Short takes of revolutionary women

Brief reviews by Steve Thornton of books and movies about revolutionary women.

The granddaughter of one of the IWW’s most gifted organizers is using art to educate a new generation about Matilda Rabinowitz. Robbin Légère Henderson of Berkeley, Calif., is an artist who has combined her personal recollections of her grandmother, Rabinowitz (who was later known as Matilda Robbins), with the Wobbly’s archived documents in the Walter P. Reuther Library at the Wayne State University in Detroit. Beginning in 1912, Rabinowitz led textile strikes in Connecticut and Little Falls, N.Y. She then helped organize the earliest auto workers strike at the Studebaker Company in Detroit. In 1919 Rabinowitz had a child, Vita, whose daughter, Robbin, is now preparing a graphic novel memoir. Her striking illustrations, a total of 70 prints, are accompanied by a text that begins with Rabinowitz’s immigration from the Ukraine through her extraordinary organizing life. Robbin Henderson is currently looking for a publisher. If you would like information on how to contact her, visit her website: http://www.robbinhenderson.com

Nothing can replace the power of music to raise the fighting spirit of the oppressed. “Songs of Freedom” is a new CD and book celebrating James Connolly, the Irish revolutionary and IWW organizer who was also a prolific songwriter. Many of Connolly’s lyrics were not set to music (or the tunes have been lost), so performer Mat Callahan provides us with contemporary tunes that inspire and rock. His live performances with Yvonne Moore should not be missed. They are touring both coasts of the United States and Europe in 2014. The book and the CD are both available from PM Press, or you can visit http://www. matcallahan.com.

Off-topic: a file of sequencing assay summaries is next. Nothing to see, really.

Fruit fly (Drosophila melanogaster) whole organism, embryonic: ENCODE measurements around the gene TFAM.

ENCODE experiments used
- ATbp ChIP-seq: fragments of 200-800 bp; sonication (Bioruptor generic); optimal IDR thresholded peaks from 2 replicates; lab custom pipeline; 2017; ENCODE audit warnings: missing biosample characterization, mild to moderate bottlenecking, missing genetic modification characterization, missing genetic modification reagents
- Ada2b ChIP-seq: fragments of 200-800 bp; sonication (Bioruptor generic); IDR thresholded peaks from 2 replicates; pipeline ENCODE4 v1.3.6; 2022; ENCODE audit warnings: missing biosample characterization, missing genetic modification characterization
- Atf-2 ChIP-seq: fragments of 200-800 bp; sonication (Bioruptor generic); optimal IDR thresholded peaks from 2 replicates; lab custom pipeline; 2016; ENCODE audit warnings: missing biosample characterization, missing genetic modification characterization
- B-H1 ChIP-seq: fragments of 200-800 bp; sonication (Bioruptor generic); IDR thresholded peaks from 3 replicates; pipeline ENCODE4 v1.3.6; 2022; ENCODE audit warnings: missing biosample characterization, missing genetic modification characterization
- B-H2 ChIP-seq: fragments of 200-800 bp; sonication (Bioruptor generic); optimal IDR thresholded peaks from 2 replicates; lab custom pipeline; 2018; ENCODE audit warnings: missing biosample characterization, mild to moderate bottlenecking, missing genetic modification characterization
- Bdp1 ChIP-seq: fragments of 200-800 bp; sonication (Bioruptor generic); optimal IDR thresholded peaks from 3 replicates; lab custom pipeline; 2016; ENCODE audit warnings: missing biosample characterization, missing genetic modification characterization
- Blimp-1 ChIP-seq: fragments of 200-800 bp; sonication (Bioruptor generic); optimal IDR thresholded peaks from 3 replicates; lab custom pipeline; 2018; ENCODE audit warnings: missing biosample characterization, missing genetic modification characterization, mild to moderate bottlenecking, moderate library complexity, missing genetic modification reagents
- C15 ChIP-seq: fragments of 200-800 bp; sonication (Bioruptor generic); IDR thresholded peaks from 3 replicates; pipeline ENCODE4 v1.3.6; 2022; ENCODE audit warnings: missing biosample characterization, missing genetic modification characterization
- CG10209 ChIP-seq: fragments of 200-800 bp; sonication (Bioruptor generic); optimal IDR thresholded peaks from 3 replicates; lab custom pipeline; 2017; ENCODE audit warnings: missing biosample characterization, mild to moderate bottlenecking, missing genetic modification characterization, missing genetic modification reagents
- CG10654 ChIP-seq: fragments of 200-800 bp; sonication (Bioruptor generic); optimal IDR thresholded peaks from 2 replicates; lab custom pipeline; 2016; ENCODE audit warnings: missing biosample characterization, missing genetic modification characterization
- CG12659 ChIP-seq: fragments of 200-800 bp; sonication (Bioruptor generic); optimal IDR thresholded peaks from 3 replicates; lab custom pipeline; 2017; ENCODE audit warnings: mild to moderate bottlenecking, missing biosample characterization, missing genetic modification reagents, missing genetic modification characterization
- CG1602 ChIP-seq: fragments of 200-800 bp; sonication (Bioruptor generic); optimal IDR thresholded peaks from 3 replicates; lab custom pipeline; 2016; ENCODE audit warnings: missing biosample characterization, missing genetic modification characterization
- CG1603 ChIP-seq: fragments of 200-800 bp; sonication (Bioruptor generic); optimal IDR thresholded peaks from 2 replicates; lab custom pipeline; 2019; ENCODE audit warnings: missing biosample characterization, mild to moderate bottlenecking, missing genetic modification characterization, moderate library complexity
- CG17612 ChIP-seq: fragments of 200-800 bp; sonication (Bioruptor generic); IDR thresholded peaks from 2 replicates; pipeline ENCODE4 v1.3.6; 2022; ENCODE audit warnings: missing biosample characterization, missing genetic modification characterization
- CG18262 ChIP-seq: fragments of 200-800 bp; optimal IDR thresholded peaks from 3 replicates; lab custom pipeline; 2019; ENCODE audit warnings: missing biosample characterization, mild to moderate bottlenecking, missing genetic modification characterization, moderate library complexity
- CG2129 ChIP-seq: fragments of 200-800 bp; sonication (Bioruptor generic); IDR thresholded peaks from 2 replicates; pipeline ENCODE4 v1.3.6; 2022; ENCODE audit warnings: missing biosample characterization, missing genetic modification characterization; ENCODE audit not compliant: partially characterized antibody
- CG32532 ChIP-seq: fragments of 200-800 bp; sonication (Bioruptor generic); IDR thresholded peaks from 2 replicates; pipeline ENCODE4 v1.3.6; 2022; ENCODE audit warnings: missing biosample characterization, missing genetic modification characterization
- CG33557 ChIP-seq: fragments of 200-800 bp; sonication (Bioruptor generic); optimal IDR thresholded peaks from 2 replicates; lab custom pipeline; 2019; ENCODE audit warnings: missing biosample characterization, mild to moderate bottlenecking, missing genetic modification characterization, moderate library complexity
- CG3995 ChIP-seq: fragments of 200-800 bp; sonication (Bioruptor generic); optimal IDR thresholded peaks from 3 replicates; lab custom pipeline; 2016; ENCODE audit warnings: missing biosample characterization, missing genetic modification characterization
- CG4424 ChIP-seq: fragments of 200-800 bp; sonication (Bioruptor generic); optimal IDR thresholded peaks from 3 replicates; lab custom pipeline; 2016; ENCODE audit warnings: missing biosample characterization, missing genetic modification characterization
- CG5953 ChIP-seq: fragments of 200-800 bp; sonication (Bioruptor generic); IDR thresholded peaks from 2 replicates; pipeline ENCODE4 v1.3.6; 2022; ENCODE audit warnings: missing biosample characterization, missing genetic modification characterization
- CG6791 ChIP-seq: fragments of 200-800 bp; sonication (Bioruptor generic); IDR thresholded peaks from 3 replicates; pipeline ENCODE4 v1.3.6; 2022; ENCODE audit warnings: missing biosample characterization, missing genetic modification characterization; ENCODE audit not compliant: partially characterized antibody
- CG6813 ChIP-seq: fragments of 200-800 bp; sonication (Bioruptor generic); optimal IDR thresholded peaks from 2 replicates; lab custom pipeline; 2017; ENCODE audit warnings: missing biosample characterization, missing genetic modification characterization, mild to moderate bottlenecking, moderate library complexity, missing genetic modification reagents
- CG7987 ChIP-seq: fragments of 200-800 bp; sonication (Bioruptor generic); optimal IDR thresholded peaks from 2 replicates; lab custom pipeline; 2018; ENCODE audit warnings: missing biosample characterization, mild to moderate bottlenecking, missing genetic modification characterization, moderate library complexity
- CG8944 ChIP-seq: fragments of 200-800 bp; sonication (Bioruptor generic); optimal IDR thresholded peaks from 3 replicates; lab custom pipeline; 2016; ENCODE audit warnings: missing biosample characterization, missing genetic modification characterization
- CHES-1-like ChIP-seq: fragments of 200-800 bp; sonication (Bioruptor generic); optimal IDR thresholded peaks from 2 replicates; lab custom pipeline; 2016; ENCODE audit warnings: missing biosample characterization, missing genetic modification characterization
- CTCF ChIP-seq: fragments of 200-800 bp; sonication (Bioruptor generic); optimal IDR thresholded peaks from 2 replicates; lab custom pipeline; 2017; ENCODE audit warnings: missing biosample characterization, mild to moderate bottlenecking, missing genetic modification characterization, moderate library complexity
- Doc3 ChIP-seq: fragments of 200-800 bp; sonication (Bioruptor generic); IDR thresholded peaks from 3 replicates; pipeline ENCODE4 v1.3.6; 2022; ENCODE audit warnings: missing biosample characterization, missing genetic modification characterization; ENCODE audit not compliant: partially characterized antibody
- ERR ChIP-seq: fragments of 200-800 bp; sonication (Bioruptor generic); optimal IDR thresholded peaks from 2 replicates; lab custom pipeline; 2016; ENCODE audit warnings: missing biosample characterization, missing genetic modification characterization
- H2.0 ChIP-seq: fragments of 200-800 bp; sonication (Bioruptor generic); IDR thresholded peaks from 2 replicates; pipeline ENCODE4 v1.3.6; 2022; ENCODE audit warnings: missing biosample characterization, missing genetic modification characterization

Birth control pioneer or racist eugenicist? Margaret Sanger is celebrated as the former and slammed as the latter. The graphic novel “Woman Rebel: The Margaret Sanger Story” by Peter Bagge tries to set the record straight. This is an enjoyable illustrated biography of the activist who began her career as a rebel by working with the children of the Lawrence, Mass., textile workers during the 1912 “Bread and Roses” strike (the book gives us two pages on Sanger’s involvement). Bagge takes on the controversy about Sanger’s speeches and policies that some, like former presidential candidate Herman Cain, have used to smear her and Planned Parenthood. Doubters can factcheck that W.E.B. Dubois was one of her many supporters, and that Martin Luther King, Jr. was given the “Margaret Sanger” award in 1966. Pick up “Woman Rebel” and decide for yourself. It’s published by Drawn and Quarterly.

“No Gods, No Masters” has been shouted out and painted on many a banner, even before it appeared at early Wobbly demonstrations. Now a new film, “No God, No Master” (2012) explores 1919, the incendiary year in which the U.S. government brought all its power to bear against the Wobblies and those who opposed capital. Forget the bad Internet Movie Database synopsis; this 2012 film directed by Terry Green is a political thriller where the main character’s “journey into the world of homegrown terrorism proves to be a test of both his courage and his faith in the government he had dedicated his life to preserving.” It stars David Straithairn (known for his role in “Matewan”) and features characterizations of Emma Goldman, Carlo Tresca and Luigi Galleani. The film will start its limited theatrical release in March 2014.